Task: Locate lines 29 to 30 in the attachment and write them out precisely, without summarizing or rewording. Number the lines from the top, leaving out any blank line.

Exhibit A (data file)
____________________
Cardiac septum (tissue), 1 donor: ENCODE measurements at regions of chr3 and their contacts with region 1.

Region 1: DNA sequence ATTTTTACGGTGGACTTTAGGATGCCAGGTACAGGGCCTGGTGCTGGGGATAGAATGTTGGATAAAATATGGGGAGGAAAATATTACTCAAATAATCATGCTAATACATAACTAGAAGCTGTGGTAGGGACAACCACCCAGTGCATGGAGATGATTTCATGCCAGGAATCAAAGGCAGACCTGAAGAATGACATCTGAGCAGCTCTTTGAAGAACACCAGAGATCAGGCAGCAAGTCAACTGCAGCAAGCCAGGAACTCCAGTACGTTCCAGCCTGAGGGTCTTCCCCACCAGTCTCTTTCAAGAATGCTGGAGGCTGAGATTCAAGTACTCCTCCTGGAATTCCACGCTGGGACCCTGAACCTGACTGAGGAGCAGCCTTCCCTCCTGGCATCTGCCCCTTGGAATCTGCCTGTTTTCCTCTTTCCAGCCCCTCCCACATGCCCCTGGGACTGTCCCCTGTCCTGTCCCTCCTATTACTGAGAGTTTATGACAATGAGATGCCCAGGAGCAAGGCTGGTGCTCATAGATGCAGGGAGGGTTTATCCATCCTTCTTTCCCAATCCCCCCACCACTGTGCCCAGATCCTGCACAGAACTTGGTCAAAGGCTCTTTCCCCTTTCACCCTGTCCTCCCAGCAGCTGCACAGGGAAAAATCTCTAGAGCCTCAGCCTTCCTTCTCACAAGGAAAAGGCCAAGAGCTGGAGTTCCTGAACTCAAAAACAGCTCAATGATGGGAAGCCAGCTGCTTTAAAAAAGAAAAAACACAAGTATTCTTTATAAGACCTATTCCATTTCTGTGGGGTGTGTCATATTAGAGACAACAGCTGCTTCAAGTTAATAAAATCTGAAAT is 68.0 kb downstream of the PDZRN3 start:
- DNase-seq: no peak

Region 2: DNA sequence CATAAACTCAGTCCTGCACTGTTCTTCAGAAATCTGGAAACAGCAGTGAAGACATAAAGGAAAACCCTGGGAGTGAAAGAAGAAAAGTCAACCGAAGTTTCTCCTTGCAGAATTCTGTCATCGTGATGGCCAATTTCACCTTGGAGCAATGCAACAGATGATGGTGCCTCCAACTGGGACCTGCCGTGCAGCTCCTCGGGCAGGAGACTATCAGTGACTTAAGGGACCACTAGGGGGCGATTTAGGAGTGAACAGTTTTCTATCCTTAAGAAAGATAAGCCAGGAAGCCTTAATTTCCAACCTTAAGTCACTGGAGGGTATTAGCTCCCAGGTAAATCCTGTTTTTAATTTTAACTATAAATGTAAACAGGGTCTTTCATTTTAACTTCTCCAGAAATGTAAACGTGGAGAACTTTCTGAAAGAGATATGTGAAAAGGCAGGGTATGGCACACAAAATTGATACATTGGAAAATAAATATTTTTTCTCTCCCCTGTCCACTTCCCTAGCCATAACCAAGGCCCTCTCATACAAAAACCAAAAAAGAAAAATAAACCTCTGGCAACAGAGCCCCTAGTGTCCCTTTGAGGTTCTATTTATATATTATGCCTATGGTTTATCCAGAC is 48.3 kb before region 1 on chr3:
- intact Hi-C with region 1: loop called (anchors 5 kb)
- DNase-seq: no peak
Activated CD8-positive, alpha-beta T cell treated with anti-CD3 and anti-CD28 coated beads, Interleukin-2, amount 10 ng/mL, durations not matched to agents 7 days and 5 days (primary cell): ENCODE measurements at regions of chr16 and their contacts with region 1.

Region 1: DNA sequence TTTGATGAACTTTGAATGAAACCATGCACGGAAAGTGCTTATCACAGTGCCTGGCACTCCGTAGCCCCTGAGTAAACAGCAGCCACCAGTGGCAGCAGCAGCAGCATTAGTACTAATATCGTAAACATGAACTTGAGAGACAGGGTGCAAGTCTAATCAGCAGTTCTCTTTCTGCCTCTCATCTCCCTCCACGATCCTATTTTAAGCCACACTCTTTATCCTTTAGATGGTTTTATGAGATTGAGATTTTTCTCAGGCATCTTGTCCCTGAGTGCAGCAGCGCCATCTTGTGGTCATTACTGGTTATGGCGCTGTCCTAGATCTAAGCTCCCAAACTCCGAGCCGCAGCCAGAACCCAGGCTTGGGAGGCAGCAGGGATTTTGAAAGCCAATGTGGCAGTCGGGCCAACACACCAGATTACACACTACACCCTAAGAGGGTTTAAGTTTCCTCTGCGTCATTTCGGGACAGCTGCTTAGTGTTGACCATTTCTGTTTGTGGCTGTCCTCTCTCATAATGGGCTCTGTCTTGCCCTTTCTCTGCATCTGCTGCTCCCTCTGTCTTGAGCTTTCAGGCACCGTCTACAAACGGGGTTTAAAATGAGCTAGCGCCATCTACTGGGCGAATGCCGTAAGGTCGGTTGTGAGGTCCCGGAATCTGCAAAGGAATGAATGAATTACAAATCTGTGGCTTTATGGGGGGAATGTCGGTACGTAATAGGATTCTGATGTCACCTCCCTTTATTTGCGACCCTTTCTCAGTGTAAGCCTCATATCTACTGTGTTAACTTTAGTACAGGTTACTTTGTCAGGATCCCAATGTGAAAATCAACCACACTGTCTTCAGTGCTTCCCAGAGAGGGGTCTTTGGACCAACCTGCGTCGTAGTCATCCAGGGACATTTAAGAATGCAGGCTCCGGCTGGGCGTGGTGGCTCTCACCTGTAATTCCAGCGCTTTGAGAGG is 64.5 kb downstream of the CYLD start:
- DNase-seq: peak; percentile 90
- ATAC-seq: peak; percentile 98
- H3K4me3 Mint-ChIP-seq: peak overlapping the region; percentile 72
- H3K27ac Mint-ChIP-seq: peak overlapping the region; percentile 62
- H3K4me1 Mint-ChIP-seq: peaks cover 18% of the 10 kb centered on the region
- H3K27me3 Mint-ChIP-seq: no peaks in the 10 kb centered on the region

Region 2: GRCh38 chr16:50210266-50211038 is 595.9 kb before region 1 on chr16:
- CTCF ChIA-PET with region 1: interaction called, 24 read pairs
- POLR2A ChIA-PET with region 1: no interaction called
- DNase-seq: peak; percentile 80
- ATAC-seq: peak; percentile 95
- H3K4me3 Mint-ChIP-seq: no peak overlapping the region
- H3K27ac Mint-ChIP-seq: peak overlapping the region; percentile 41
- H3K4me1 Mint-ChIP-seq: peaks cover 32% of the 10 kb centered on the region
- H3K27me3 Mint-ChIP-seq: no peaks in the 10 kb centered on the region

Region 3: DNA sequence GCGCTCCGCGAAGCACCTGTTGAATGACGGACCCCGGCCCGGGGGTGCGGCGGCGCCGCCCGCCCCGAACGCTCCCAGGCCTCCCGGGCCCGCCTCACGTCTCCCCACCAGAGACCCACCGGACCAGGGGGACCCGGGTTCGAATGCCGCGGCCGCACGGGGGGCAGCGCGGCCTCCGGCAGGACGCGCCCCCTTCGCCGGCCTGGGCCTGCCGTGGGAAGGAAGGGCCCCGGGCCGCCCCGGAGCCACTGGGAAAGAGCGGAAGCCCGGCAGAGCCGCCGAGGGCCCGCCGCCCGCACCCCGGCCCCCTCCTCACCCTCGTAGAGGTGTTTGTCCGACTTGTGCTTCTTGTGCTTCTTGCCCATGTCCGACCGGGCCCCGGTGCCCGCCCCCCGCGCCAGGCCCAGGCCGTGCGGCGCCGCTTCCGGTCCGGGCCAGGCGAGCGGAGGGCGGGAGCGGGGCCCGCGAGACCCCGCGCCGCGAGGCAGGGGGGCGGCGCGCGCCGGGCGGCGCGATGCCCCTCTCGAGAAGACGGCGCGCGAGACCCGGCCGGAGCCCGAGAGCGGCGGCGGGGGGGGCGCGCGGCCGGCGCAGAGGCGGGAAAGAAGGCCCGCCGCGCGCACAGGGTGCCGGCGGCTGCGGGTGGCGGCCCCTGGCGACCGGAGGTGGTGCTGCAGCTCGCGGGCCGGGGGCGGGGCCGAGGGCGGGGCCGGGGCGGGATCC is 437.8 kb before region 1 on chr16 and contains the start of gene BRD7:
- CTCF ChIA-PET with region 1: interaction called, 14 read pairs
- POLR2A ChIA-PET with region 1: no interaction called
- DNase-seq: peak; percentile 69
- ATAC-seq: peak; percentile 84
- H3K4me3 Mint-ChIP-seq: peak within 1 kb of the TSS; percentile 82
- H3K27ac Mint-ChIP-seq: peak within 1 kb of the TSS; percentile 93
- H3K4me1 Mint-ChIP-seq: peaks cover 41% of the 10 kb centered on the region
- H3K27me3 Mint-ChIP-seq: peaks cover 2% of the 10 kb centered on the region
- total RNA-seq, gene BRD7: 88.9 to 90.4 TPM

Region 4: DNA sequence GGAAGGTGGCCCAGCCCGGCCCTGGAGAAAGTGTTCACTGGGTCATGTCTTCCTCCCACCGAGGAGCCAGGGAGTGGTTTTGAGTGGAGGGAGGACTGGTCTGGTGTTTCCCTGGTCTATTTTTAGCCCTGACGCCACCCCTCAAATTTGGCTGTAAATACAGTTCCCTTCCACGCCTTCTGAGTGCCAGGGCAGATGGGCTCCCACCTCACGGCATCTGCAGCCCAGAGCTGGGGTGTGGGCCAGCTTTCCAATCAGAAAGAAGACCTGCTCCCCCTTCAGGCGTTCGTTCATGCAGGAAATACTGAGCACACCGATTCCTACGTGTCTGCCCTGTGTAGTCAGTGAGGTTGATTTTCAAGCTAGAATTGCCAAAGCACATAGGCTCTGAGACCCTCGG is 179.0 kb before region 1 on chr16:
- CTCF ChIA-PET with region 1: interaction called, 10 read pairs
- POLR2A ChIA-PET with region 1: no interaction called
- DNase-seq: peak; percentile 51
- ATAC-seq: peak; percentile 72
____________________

- H3K4me3 Mint-ChIP-seq: peak within 1 kb of the TSS; percentile 82
- H3K27ac Mint-ChIP-seq: peak within 1 kb of the TSS; percentile 93